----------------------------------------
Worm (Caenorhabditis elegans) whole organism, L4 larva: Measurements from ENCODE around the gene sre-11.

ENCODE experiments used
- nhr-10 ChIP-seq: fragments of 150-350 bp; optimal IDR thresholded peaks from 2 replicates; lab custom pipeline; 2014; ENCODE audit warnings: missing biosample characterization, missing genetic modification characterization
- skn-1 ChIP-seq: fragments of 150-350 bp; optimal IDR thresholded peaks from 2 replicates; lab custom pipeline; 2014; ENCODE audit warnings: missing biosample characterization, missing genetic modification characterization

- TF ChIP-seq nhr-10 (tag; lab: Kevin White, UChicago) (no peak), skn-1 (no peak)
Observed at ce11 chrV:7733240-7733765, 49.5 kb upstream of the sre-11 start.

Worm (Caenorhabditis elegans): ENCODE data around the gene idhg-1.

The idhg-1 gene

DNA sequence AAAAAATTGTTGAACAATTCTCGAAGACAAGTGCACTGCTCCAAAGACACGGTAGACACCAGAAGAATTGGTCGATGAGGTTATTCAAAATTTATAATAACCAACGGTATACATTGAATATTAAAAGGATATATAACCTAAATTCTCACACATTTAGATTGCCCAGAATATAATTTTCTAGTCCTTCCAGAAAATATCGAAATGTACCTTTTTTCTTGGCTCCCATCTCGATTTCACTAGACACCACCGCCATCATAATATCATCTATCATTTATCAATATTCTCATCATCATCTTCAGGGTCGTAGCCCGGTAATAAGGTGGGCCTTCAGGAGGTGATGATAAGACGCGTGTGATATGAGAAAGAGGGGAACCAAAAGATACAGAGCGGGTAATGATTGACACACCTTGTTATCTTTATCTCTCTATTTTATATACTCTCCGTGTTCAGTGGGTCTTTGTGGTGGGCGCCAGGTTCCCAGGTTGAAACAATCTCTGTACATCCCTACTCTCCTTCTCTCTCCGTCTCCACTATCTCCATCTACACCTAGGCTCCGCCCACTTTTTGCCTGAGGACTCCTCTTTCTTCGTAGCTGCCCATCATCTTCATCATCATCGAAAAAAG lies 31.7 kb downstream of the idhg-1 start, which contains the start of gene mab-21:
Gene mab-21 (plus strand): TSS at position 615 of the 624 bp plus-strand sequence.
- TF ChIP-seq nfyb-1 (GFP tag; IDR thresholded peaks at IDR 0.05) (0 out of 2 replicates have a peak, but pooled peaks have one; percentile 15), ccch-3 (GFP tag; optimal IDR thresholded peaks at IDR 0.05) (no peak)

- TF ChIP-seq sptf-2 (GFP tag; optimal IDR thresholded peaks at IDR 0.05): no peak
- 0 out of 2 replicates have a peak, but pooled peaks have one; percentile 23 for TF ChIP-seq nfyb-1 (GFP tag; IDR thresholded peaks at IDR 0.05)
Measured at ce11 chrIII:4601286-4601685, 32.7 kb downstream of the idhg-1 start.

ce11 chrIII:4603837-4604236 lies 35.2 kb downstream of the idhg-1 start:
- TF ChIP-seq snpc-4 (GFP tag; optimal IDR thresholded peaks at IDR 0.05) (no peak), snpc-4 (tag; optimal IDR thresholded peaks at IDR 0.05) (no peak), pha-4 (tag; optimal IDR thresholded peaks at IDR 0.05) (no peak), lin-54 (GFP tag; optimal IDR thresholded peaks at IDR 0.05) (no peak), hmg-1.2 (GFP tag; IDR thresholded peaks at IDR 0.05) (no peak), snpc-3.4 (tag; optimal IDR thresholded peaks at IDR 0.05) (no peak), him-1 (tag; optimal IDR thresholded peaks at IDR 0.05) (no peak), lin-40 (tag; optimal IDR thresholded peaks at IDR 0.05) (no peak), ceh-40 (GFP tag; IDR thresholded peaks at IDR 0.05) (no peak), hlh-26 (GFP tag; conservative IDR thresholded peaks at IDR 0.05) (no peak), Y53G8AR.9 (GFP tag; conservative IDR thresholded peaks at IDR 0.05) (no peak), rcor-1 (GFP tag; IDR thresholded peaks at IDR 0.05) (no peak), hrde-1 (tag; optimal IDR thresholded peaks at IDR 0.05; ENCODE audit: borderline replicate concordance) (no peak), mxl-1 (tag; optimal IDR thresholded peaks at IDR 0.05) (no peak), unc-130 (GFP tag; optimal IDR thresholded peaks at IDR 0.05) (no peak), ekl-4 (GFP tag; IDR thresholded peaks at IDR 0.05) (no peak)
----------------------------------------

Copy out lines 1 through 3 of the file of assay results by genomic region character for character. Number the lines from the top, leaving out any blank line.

Worm (Caenorhabditis elegans) whole organism, L4 larva: Measurements from ENCODE around the gene sre-11.

ENCODE experiments used
- nhr-10 ChIP-seq: fragments of 150-350 bp; optimal IDR thresholded peaks from 2 replicates; lab custom pipeline; 2014; ENCODE audit warnings: missing biosample characterization, missing genetic modification characterization